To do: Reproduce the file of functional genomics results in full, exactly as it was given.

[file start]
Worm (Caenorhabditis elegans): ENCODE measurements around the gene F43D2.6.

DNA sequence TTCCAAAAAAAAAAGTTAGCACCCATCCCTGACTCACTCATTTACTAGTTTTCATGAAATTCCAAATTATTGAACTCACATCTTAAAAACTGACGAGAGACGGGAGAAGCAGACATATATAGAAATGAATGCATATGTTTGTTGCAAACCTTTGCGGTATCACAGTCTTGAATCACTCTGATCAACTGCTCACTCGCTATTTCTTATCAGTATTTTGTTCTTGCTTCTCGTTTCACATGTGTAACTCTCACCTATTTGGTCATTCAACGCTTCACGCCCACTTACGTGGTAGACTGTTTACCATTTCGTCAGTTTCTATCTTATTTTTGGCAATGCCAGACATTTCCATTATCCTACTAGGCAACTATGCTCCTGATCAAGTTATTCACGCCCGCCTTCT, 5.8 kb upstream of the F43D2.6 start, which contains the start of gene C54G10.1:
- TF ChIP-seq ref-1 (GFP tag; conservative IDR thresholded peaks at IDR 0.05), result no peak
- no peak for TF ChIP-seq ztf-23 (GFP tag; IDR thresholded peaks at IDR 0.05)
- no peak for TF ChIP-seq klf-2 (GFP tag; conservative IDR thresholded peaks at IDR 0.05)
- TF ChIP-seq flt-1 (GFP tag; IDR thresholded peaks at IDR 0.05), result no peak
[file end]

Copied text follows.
Worm (Caenorhabditis elegans): ENCODE measurements around the gene F43D2.6.

DNA sequence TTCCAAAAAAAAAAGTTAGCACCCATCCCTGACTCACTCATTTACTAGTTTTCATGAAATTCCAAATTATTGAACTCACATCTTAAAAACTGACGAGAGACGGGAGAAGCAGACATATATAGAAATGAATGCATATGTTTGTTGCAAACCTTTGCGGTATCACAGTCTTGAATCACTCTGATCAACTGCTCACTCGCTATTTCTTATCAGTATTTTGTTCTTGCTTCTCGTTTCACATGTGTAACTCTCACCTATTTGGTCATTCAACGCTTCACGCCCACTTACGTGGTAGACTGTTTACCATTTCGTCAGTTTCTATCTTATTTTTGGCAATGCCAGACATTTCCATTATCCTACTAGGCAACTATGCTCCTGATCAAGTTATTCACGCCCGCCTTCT, 5.8 kb upstream of the F43D2.6 start, which contains the start of gene C54G10.1:
- TF ChIP-seq ref-1 (GFP tag; conservative IDR thresholded peaks at IDR 0.05), result no peak
- no peak for TF ChIP-seq ztf-23 (GFP tag; IDR thresholded peaks at IDR 0.05)
- no peak for TF ChIP-seq klf-2 (GFP tag; conservative IDR thresholded peaks at IDR 0.05)
- TF ChIP-seq flt-1 (GFP tag; IDR thresholded peaks at IDR 0.05), result no peak